The Downtown Forney area is blessed to be part of the  dynamic growth of the city of Forney. Just 23 miles east of Dallas, TX, Forney is home to young professionals who enjoy small town values and big city amenities.


Historic Downtown Forney


The first settlers in the area of present-day Forney began to arrive about 1846.

The end of the Civil War in 1865 brought many changes to the area, including a steadily increasing influx of settlers, many from the war-torn South. It also brought a renewed effort to complete construction of the east-west railroad between Marshall and Ft. Worth, which had been stalled by the war. Two men named Asa Newton and Harben Self in 1869 purchased a tract of land at this place and platted a town which Self named“Brooklyn.” Soon Brooklyn would boast a general store, a saloon, a blacksmith shop, and a church/school house/Masonic lodge hall building. 

The leaders of the new rail town encountered a complication when they applied for a U.S. post office. The name “Brooklyn, Texas” was unavailable since there was already a post office with that name. Brooklyn’s leaders were faced with having to ask the railroad company to change the town’s name. To make this more acceptable to the railroad, they suggested that the new name should honor John W. Forney, political figure, diplomat, nationally known journalist, and director of the T & P Railway Co. The railroad agreed, and the names of the town and its post office officially were Forney, Texas.

After 1873, access to distant markets provided by rail transportation stimulated rapid economic growth for Forney. In the late 1870s and early 1880s, before the fencing of the open prairies, Forney’s economy turned to the production of bois d’arc wood products and native prairie hay. Bois d’arc wood was made into bridge timbers, foundation piers, fence posts and paving blocks. Several streets of early Dallas were paved with Forney bois d’arc. But it was its native blackland prairie hay that brought Forney its first real fame. Forney Hay became famous nationwide.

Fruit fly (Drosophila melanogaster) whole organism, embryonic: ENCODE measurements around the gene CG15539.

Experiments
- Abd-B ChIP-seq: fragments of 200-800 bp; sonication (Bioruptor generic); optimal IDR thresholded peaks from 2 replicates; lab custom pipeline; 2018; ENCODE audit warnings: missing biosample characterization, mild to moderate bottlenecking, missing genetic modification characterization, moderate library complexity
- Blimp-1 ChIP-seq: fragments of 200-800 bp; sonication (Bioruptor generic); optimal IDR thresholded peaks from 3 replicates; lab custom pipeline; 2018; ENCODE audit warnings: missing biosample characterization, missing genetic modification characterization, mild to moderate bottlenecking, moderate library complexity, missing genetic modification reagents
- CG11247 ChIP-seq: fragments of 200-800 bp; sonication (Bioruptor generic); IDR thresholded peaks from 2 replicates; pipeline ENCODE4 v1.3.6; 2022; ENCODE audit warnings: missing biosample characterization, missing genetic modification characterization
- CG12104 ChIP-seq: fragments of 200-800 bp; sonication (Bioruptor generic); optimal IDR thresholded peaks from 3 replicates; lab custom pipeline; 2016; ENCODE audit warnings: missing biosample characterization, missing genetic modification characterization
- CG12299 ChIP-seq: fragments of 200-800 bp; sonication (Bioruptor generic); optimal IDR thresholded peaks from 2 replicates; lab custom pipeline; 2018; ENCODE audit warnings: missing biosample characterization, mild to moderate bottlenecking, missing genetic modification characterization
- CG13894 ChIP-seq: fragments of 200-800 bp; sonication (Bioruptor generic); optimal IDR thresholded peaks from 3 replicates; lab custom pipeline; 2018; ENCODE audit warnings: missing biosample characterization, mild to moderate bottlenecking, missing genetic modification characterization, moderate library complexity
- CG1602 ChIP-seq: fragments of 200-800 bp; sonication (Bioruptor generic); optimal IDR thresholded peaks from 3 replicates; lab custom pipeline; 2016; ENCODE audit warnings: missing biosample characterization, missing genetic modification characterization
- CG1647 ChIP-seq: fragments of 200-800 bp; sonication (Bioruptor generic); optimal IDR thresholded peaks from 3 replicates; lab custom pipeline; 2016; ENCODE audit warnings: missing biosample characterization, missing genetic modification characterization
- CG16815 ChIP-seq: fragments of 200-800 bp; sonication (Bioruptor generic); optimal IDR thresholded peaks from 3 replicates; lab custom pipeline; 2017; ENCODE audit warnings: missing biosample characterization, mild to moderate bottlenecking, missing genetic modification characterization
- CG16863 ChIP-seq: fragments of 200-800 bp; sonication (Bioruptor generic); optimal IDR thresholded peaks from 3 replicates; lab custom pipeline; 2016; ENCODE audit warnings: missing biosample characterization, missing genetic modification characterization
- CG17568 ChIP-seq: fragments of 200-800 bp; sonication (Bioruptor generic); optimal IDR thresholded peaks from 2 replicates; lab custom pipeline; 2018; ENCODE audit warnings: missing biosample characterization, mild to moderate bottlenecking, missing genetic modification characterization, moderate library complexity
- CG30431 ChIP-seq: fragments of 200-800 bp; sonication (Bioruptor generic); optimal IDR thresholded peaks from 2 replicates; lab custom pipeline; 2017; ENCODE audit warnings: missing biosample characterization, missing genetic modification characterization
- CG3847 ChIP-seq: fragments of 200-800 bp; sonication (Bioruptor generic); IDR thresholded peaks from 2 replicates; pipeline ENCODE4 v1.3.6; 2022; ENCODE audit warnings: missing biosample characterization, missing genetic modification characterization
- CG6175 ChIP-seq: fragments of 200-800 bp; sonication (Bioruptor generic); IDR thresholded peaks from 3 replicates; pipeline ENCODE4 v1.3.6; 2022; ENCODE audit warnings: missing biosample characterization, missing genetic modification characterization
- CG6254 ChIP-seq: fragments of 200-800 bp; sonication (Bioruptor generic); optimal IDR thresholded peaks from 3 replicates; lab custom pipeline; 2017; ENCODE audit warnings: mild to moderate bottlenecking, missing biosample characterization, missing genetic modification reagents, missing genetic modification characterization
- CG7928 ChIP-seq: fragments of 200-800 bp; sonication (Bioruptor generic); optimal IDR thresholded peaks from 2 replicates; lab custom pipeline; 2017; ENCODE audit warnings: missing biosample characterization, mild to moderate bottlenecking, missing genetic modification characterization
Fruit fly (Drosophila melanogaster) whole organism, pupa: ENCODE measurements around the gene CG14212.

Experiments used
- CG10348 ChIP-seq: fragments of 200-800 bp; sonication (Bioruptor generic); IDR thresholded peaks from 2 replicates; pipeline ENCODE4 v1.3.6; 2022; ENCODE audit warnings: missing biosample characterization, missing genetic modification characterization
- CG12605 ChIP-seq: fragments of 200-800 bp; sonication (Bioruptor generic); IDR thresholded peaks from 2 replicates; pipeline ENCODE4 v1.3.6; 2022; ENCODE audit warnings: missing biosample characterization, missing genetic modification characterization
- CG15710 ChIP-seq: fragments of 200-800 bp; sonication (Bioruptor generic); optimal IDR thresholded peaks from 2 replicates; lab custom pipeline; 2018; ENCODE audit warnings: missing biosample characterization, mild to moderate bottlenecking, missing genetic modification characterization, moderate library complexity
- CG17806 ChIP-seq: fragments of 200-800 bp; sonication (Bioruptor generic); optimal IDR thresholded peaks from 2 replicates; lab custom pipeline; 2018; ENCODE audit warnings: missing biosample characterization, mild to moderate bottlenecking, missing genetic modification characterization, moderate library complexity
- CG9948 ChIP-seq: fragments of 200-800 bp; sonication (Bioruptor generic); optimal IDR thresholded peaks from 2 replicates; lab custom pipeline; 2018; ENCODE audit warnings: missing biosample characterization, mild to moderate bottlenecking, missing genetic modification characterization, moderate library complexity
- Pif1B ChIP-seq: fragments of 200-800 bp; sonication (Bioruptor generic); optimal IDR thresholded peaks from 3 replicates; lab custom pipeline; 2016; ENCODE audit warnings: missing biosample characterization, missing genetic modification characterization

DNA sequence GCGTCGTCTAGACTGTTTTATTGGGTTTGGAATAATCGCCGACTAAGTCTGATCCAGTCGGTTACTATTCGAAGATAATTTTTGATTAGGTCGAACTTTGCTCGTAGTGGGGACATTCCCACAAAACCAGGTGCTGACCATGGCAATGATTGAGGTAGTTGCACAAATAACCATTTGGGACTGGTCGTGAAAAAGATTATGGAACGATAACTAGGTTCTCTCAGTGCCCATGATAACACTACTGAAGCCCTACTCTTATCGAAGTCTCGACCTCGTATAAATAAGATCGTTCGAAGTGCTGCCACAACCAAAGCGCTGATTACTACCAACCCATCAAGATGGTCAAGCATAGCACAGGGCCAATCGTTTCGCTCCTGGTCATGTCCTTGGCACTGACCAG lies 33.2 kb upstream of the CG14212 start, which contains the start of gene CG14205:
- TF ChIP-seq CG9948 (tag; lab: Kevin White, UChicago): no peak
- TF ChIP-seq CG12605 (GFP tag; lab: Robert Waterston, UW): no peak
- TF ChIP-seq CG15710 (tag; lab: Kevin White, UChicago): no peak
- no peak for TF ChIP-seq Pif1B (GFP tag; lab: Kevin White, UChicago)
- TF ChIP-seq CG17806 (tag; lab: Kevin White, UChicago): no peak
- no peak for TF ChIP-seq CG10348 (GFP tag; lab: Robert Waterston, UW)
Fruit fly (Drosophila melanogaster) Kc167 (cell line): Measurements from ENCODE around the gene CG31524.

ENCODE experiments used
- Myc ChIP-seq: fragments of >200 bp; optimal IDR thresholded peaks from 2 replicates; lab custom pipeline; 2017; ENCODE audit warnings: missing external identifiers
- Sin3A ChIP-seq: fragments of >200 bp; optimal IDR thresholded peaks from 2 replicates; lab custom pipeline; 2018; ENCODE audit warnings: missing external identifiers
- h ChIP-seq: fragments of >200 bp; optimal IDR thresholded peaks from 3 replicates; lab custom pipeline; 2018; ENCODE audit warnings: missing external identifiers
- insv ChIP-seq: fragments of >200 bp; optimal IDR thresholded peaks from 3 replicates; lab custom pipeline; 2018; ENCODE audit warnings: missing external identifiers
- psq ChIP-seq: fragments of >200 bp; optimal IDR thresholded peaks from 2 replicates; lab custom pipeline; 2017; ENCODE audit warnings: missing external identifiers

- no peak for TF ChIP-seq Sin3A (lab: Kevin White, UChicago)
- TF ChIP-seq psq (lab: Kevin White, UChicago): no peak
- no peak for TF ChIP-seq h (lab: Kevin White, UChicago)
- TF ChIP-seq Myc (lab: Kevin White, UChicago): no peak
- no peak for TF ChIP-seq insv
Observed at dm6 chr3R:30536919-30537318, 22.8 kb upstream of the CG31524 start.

Later, cotton became a popular crop around Forney. Gradually less and less hay was produced as more and more meadows were plowed up for cotton planting. By the second decade of the 20th century cotton had become king of the Forney economy. At that time there were at least six cotton gins operating in town and several more in the surrounding countryside.

The wealth which hay and cotton brought to Forney around the turn of the century built many fine homes and churches, good schools, including the widely respected Lewis Academy, and a thriving downtown business district. A surprising number of the now-historic residences still survive, as do many of the business houses. 

About 1914, with the growing popularity of the automobile, Forney found itself on the route of the new Dixie Overland Highway, promoted as the shortest, straightest, and only year-round ocean-to-ocean highway in the U.S. Then in 1931 the route was further upgraded as U.S. Highway 80, bringing an even more dramatic increase in traffic and commerce. Filling stations and cafés sprang up all along the route (now called Broad Street). What had once been “Gin Row” became “Filling Station Row.”

The decline of the cotton economy, beginning in the early 1920s and accelerated by the Great Depression of the late 1920s and early 1930s, struck Forney a heavy blow. The Texas Interurban Railway, a light rail commuter line completed through Forney in 1923, folded in 1932. Then in 1935 a tornado cut a swath of destruction through the business district and the east side of town, killing one, injuring several, and wrecking much property, including the cottonseed oil mill. One by one the cotton gins went out of business, as fewer and fewer acres were planted in cotton. By the end of World War II the town had ground to a virtual standstill.

After an extended slumber, Forney started to reawaken in the 1960s. The city joined the North Texas Municipal Water District, providing a higher quality and more dependable water supply. An antiques industry sprang up along what was then I-20 on the outskirts east of town, and it was for antiques that Forney was most widely known for. By 1990 the population surpassed 5,000, and new houses, schools, churches, and parks are now being added, and retail development is following.

The trains still pass through town as they did in 1873, but they no longer stop. The route of busy U.S. Highway 80 no longer runs down Broad Street. The last remaining cotton gin ceased operation about 1983. But today, although Forney is marching into the future with a new and different economy, it nevertheless looks back with nostalgia on the old and takes pride in its heritage.

Condensed from an article by Jerry M. Flook, author of FORNEY COUNTRY


For more information about this History of Forney we welcome you to visit the Spellman Museum of Forney History